BRUSSELS, March 28 (UPI) -- George Bernard Shaw quipped that the United States and England were two nations divided by a common language. Since the Sept. 11, 2001, attacks that precipitated the global wars against terror and in Afghanistan and Iraq, Shaw's observation has considerably broadened.
Are differences between both sides of the Atlantic on threats and dangers so great as to be potentially unbridgeable?
Evidence for this pessimism couldn't have been in better display than this past weekend at the German Marshall Fund's seventh annual Brussels Forum. The fund was established by the German government to honor of U.S. General of the Army George C. Marshall and his extraordinary achievements during and after World War II.
Attended by several hundred participants, many with high-level government service including serving members of the U.S. Congress as well representatives of European governments, the disconnects in critical trans-Atlantic views were vivid.
The largest and potentially most divisive was an answer to "what is the threat."
An earlier, late night session on "Are we still from Mars and Venus?" coincidentally set the stage for what followed the next day. The reference was to a 10-year-old academic debate over whether Americans reflected Mars, the God of War, and Europeans Venus, the Goddess of Love, in approaching defense and security. Defense spending was one measure for making this assessment.
For most trans-Atlantic states, defense spending is in decline and some say in freefall. A major issue is rate of decline. China and Russia have taken opposite tacks by increasing defense spending.
Many Europeans see little in the way of existential military threats. While Russia is proposing to increase its defense spending, its army is no match for NATO despite the trepidations felt by several newer alliance members. On the western side of the Atlantic, especially with neoconservatives who got it wrong before over Iraq, these increases raise the specter of another cold war with global reach.
Iran and its nuclear ambitions are also oceans apart in trans-Atlantic thinking. No one wants a nuclear armed Iran. However, on the European side of the Atlantic among observers who are sober and knowledgeable, the only thing worse than a nuclear Iran is going to war to prevent that end state from occurring. Missile defense is part of this debate that also entangles Russia.
The conference's concluding panel on the forthcoming U.S. presidential elections did more than capture these vast differences in outlook.
The panelists' discussion and descent into a full campaign mode exchange of barbed one-liners and sound bites, shocked and infuriated many Europeans by its shallowness. Perhaps worse, the intractability and inflexibility of the two opposing U.S. political parties reinforced the perception that the United States was losing the ability to govern and thus to lead the trans-Atlantic community.
Former Minnesota Gov. Tim Pawlenty, who is also a former presidential hopeful, and U.S. Rep. Linda Sanchez, D-Calif., took the stage for this session. Both are highly attractive and articulate. Individually, each can make very strong arguments supporting their side.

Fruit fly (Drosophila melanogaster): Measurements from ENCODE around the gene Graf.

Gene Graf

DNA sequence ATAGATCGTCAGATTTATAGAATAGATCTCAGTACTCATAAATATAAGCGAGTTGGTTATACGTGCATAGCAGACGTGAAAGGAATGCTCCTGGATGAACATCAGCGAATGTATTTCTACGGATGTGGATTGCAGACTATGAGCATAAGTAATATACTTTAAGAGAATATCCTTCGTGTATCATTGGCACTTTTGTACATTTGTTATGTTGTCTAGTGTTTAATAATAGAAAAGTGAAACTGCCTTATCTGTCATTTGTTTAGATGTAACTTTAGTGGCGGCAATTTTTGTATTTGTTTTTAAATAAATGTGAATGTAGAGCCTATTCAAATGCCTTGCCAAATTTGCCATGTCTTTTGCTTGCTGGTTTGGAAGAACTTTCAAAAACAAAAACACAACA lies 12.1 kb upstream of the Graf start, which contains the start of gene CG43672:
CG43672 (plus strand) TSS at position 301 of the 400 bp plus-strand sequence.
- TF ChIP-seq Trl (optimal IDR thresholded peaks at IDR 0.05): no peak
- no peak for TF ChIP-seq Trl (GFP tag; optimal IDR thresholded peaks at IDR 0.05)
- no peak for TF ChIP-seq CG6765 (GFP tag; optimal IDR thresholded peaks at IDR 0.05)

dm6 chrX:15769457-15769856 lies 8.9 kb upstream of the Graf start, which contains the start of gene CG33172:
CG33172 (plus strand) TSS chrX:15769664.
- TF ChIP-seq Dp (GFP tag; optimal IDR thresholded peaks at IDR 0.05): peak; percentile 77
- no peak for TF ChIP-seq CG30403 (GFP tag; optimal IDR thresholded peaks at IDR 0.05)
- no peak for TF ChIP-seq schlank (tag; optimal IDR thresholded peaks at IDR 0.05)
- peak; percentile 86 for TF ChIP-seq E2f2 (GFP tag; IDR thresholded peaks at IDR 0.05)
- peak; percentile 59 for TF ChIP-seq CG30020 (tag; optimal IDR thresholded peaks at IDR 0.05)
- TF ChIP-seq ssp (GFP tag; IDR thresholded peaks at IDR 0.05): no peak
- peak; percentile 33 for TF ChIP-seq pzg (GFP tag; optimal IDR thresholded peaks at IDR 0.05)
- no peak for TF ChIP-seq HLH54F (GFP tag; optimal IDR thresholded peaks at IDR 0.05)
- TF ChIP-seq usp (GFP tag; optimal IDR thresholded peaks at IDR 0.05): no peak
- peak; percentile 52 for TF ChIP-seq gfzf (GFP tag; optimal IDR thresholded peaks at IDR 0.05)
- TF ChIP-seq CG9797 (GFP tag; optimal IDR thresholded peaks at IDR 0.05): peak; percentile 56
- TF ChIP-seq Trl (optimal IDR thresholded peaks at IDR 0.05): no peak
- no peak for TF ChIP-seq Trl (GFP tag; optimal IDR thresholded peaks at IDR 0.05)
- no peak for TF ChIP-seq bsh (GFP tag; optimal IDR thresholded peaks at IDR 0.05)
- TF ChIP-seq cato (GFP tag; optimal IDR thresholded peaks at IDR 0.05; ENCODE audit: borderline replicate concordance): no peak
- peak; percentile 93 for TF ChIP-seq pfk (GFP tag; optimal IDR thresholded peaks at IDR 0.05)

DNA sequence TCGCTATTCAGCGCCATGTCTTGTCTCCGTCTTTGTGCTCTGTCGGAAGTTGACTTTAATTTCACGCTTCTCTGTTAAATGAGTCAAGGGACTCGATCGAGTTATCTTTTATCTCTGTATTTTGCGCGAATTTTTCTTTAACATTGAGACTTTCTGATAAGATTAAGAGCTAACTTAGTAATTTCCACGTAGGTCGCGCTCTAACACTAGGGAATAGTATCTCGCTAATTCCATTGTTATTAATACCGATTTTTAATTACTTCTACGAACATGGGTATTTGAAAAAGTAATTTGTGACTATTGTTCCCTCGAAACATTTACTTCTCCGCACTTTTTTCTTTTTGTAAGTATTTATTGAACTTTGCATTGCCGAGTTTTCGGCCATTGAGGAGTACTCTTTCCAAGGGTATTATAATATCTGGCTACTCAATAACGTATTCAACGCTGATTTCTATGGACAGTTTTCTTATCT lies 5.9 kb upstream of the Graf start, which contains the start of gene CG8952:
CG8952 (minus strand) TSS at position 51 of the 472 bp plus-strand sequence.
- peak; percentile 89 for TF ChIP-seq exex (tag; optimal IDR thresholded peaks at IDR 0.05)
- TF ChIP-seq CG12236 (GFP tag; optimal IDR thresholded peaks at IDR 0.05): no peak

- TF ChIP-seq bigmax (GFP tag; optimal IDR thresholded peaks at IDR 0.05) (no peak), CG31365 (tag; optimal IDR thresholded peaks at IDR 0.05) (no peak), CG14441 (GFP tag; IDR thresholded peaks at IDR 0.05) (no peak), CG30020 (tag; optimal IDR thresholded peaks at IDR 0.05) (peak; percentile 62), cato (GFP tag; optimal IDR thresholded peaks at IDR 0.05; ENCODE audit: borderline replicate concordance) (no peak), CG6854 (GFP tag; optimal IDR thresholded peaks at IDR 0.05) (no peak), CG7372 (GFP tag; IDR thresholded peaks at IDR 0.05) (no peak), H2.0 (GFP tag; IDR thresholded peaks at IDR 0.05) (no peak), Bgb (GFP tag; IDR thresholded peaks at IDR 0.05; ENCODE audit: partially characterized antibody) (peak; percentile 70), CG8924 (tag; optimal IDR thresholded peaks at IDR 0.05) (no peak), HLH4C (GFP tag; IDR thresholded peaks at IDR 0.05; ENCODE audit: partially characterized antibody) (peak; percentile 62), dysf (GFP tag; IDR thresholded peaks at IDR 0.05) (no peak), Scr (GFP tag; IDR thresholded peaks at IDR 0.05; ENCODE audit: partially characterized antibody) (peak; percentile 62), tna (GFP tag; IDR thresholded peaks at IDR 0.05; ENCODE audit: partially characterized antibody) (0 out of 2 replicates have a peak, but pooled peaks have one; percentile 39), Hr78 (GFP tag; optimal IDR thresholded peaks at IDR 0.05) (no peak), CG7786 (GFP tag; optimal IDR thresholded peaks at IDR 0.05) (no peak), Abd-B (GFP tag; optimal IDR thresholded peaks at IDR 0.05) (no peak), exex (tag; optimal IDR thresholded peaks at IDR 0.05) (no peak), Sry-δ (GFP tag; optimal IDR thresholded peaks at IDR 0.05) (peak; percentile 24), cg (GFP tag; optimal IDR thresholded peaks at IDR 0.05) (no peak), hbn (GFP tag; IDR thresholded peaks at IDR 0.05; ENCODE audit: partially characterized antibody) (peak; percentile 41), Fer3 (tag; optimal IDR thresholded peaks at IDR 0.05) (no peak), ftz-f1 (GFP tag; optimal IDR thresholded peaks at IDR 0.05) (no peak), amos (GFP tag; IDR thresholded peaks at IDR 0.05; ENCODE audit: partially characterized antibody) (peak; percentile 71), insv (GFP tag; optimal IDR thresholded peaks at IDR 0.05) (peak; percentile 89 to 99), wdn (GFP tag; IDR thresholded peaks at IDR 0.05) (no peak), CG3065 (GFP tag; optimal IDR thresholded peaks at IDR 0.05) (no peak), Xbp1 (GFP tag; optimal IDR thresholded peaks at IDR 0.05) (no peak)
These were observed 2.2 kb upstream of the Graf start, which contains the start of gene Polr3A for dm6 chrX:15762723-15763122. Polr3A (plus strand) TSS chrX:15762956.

But together, the campaign took over.
While the debate remained civil, the exchanges of barbs and sound bites substituted for bold ideas. Indeed, more than one observer concluded that, based on this session, one of America's political parties had lost its mind; the other its soul. Beholders could determine which party was which.
Pawlenty and Sanchez were asked to identify specific policy actions to address major issues such as fixing entitlement programs and making real tax reform -- areas that both parties agree need to be addressed with urgency.
No answers were forthcoming. Sanchez said Republicans were intractable on raising taxes. Pawlenty countered that Democratic refusal to take spending cuts seriously was the source of all evil.
Unfortunately, the two were correct.
Pawlenty also promised that a President Mitt Romney would never allow Iran to develop nuclear weapons. The implication was that a Romney administration would use force to destroy Iranian nuclear facilities.
However, the logic of that position wasn't pursued since the only certain way Iran could be kept from obtaining those weapons was by ground assault and occupation. Does candidate Romney understand that?
And to provide more military muscle, President Romney would add 100,000 ground forces and four additional carrier battle groups -- expanding U.S. power in contradistinction to Europe's direction.
What did participants take away from the Pawlenty-Sanchez exchange? The most charitable explanation was that this final panel got trapped by the presidential elections and was in full campaign mode. Americans were mostly embarrassed. Europeans weren't. They were angered and some stunned.
Self-quoting is often dangerous. With that caveat, the title of an earlier column came to mind -- that this panel was "desperate but not serious," raising the question of America's seriousness. And if that question is appropriate, both sides of the Atlantic are in serious trouble.
(Harlan Ullman is chairman of the Killowen Group, which advises leaders of government and business, and senior adviser at Washington's Atlantic Council.)
(United Press International's "Outside View" commentaries are written by outside contributors who specialize in a variety of important issues. The views expressed do not necessarily reflect those of United Press International. In the interests of creating an open forum, original submissions are invited.)